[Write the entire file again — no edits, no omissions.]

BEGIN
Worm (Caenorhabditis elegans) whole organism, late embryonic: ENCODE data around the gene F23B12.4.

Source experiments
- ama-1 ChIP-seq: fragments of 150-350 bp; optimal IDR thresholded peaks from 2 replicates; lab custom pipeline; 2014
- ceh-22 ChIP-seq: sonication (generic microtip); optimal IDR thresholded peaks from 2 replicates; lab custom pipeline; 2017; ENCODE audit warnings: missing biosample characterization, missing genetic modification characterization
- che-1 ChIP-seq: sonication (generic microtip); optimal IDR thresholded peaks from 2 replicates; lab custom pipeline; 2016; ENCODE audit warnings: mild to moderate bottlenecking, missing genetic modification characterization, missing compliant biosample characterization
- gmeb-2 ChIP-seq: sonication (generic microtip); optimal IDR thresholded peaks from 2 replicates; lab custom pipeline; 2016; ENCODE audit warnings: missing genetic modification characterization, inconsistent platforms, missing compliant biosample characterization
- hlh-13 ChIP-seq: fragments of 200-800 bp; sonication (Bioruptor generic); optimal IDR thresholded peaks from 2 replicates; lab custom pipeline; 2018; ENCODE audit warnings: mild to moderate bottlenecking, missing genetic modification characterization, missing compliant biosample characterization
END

Worm (Caenorhabditis elegans) whole organism, late embryonic: ENCODE data around the gene F23B12.4.

Source experiments
- ama-1 ChIP-seq: fragments of 150-350 bp; optimal IDR thresholded peaks from 2 replicates; lab custom pipeline; 2014
- ceh-22 ChIP-seq: sonication (generic microtip); optimal IDR thresholded peaks from 2 replicates; lab custom pipeline; 2017; ENCODE audit warnings: missing biosample characterization, missing genetic modification characterization
- che-1 ChIP-seq: sonication (generic microtip); optimal IDR thresholded peaks from 2 replicates; lab custom pipeline; 2016; ENCODE audit warnings: mild to moderate bottlenecking, missing genetic modification characterization, missing compliant biosample characterization
- gmeb-2 ChIP-seq: sonication (generic microtip); optimal IDR thresholded peaks from 2 replicates; lab custom pipeline; 2016; ENCODE audit warnings: missing genetic modification characterization, inconsistent platforms, missing compliant biosample characterization
- hlh-13 ChIP-seq: fragments of 200-800 bp; sonication (Bioruptor generic); optimal IDR thresholded peaks from 2 replicates; lab custom pipeline; 2018; ENCODE audit warnings: mild to moderate bottlenecking, missing genetic modification characterization, missing compliant biosample characterization